Negotiations – Part 5


“Everything is negotiable. Whether or not the negotiation is easy is another thing.”
~Carrie Fisher

Creating and claiming value are two of the most fundamental aspects of negotiation strategy that exist in tension with one another. The tension arises over whether one should seek to create value or to claim it and the parties must decide whether to be competitive, cooperative, or some of both.

The best outcome for one person is not necessarily the best for both, but if both pursue their best option, they will often both get the worst outcome. Authors Lax and Sebenius came up with one way to think about strategy in what they call the Negotiator’s Dilemma.

The negotiator's dilemmaTo create value of your claim you need to reveal info about your interests, but revealing your interests can put you at disadvantage in claiming value. Traditionally speaking, there have been two directions a negotiator can take, cooperate or compete.

Knowing whether to compete where interests conflict—claiming more instead of less—or to create value by exchanging the information that leads to mutually advantageous options is at the core of the negotiator’s art.

A negotiator can be “soft on everything”, focusing on maintaining a relationship while making offers and conceding generously. Conversely, a negotiator can go “hard on everything”, insisting on their position, making threats and conceding stubbornly.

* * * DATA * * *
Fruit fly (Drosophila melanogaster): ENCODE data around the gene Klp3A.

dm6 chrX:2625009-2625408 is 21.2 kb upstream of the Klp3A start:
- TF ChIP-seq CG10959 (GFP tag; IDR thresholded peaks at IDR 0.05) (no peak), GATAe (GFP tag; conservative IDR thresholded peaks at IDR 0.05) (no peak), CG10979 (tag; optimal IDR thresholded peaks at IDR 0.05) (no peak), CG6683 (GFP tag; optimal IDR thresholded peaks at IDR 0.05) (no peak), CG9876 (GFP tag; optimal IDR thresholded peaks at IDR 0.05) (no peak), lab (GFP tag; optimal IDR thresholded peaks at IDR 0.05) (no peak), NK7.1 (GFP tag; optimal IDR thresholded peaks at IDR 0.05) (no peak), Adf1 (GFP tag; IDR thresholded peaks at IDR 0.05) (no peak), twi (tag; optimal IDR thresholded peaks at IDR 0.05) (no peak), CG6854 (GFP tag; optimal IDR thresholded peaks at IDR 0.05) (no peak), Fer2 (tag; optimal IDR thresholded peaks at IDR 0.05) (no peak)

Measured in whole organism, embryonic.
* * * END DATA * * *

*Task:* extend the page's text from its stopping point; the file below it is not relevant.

It’s easy to imagine scenarios where each of these directions might make sense. Yet, a policy of always being soft is dangerous, while a policy of always being hard runs the risk of not making any agreements and creating bad relationships.

The Negotiator’s Dilemma states four different scenarios:

Great: If you compete and the other cooperates, you will have a great outcome, and the other will have a terrible outcome.

Good: If both you and the other side decide to lay all cards on the table and cooperate, both will have a good outcome.

Mediocre: If both you and your adversary take the offensive and compete, both will receive a mediocre outcome.

Terrible: If you decide to cooperate, while the other decides to compete, you will have a terrible outcome while the other gets a great outcome.

One smart approach to managing this dilemma is to consider what you can reveal. Reveal the nature of those interests, but not the intensity. Share info reciprocally, in bite size pieces.

When creating value, you will build trust and share information while asking questions. You can explore interests on both sides and generate options and packages that make the pie larger. To distribute value, behave in ways that build trust and discuss standards or criteria for dividing up the pie. Pay special attention to follow through by agreeing on monitoring arrangements and making it easy to live up to commitments.

“Good” negotiators insist on claiming a fair share of the value created. And the results of “good” negotiations are where both parties receive a fair portion of the value that has been created.

This is Part 5 of a 6 part series on negotiations.  Please see other posts on this subject here:

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